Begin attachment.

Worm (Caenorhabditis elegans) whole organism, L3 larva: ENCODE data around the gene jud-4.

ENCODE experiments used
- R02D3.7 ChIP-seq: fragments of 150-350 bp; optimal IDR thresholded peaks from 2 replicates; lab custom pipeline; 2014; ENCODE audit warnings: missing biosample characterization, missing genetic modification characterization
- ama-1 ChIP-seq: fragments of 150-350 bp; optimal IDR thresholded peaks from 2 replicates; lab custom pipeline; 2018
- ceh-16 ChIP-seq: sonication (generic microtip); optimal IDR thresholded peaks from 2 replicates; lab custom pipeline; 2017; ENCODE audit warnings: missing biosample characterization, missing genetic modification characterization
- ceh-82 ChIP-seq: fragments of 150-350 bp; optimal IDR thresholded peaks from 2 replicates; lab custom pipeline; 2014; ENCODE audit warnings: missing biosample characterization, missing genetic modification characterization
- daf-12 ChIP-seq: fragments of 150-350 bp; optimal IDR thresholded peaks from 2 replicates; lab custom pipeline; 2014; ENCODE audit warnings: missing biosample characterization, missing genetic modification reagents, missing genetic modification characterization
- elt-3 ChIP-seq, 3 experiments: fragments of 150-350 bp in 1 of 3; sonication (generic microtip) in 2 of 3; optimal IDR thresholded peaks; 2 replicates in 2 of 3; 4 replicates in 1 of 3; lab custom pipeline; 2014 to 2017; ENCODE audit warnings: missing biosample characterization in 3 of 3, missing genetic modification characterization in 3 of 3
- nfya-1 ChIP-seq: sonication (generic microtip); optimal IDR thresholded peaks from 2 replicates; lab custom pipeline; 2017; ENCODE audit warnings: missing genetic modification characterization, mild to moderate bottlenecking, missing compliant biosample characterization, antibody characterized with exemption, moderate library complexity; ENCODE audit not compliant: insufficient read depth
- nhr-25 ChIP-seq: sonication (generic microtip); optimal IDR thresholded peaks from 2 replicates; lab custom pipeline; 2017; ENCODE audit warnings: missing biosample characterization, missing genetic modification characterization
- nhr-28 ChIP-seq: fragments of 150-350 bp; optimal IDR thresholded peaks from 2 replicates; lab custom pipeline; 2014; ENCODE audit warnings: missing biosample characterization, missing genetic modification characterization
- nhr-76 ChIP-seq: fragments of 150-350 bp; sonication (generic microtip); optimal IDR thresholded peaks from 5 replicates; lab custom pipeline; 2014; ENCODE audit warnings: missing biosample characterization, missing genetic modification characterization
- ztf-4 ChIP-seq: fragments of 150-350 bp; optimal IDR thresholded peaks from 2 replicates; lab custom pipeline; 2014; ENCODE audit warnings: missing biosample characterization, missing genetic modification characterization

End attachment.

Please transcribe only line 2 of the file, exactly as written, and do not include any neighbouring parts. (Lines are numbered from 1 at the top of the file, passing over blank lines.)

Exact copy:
ENCODE experiments used